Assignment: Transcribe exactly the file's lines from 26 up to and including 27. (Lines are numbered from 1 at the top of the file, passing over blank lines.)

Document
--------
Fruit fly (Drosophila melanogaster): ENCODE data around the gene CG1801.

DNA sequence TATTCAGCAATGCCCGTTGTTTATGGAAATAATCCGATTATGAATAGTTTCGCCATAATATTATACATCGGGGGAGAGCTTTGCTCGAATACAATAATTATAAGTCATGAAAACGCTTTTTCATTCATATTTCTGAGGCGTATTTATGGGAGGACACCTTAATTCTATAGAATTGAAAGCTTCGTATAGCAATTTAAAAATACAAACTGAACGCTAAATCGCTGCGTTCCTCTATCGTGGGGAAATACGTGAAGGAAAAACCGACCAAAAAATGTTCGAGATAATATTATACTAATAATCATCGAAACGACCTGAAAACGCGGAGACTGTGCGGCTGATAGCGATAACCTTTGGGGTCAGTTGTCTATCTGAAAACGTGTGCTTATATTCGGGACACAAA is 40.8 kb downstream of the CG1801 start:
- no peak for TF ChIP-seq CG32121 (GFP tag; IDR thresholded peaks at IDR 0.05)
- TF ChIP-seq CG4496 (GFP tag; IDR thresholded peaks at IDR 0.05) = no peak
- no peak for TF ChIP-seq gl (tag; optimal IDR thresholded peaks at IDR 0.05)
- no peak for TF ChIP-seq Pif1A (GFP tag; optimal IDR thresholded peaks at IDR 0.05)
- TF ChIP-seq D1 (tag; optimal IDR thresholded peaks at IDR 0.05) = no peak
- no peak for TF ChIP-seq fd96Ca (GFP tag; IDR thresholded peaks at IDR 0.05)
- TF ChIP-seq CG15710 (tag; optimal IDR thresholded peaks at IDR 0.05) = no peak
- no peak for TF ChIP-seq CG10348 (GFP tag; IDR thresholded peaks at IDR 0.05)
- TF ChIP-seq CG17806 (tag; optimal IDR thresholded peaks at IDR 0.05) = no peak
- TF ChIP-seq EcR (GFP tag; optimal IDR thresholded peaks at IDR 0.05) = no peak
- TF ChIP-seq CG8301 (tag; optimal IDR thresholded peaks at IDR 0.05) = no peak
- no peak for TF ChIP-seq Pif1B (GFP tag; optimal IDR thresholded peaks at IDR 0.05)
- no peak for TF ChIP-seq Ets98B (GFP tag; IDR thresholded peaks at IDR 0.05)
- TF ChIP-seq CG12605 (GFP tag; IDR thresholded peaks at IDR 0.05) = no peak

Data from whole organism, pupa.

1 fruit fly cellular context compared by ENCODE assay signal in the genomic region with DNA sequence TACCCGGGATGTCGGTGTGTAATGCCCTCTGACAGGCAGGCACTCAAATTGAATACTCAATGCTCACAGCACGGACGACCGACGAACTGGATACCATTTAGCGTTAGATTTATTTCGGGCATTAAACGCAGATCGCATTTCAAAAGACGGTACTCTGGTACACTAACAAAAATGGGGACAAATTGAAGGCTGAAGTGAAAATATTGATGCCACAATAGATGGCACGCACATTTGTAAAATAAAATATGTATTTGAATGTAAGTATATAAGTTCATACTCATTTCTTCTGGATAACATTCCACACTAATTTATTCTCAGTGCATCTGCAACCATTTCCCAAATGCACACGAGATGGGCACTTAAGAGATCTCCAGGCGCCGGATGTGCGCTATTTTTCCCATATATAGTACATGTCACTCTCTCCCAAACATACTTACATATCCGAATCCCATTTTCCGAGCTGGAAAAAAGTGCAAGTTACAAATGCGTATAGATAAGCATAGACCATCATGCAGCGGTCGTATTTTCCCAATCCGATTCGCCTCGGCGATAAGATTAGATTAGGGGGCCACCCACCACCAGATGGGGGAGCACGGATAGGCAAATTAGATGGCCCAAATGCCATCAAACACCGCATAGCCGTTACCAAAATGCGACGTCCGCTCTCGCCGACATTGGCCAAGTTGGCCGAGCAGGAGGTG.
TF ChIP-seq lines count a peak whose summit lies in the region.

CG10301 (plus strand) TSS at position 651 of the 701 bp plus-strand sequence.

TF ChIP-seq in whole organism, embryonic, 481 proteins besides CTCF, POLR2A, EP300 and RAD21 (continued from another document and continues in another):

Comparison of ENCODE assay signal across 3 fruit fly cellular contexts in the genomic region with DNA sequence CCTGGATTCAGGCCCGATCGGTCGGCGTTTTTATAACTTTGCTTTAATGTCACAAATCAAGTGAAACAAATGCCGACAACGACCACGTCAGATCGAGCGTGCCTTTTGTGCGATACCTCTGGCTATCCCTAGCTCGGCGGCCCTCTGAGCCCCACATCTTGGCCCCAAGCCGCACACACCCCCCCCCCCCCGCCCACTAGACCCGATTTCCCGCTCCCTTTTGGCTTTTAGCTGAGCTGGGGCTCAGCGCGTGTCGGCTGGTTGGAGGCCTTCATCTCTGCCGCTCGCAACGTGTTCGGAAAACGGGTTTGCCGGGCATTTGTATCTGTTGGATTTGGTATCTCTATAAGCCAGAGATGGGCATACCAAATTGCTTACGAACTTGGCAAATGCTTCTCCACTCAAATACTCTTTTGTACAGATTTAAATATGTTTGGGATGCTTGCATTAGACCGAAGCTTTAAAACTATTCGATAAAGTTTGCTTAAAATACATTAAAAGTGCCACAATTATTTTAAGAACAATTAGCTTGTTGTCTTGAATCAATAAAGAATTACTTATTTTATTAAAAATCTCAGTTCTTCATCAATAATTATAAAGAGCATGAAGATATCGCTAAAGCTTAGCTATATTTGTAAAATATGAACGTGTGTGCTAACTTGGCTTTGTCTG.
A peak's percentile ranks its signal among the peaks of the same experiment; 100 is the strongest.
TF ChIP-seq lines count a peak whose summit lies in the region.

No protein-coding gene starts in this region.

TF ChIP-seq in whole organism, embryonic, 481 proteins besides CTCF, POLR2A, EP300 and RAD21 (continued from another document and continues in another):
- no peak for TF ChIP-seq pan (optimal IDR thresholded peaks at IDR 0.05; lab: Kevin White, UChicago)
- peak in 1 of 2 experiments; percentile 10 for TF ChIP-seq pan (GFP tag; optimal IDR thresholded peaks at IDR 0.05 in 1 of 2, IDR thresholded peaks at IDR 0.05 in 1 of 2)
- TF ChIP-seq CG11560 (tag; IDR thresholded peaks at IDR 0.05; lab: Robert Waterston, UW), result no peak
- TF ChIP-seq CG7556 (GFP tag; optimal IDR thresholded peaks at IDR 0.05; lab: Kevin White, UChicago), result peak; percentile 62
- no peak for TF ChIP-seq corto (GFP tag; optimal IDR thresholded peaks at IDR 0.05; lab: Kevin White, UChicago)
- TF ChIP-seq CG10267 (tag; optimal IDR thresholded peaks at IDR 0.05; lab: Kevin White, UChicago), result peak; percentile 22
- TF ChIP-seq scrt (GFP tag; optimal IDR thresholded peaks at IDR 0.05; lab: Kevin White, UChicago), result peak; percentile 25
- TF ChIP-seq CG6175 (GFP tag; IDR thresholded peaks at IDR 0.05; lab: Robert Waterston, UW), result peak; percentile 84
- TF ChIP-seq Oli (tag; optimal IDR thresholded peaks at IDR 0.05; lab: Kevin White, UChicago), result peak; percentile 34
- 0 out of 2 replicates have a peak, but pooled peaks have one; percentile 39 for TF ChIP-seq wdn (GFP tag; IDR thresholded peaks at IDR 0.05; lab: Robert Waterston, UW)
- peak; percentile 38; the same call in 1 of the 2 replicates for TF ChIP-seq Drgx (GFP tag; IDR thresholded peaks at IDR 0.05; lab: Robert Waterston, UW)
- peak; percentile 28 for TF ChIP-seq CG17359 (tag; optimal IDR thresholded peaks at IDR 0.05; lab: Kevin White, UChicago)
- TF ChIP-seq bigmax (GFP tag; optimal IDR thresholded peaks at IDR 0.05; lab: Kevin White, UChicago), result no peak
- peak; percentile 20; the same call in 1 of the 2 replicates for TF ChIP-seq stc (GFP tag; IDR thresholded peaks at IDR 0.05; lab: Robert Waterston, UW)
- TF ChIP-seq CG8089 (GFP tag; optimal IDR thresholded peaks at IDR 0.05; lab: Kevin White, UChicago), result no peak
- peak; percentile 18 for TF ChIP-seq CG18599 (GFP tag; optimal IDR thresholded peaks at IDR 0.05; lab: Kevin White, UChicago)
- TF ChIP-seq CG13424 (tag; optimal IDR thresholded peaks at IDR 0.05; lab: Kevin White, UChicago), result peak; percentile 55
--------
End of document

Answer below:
TF ChIP-seq in whole organism, embryonic, 481 proteins besides CTCF, POLR2A, EP300 and RAD21 (continued from another document and continues in another):
- no peak for TF ChIP-seq pan (optimal IDR thresholded peaks at IDR 0.05; lab: Kevin White, UChicago)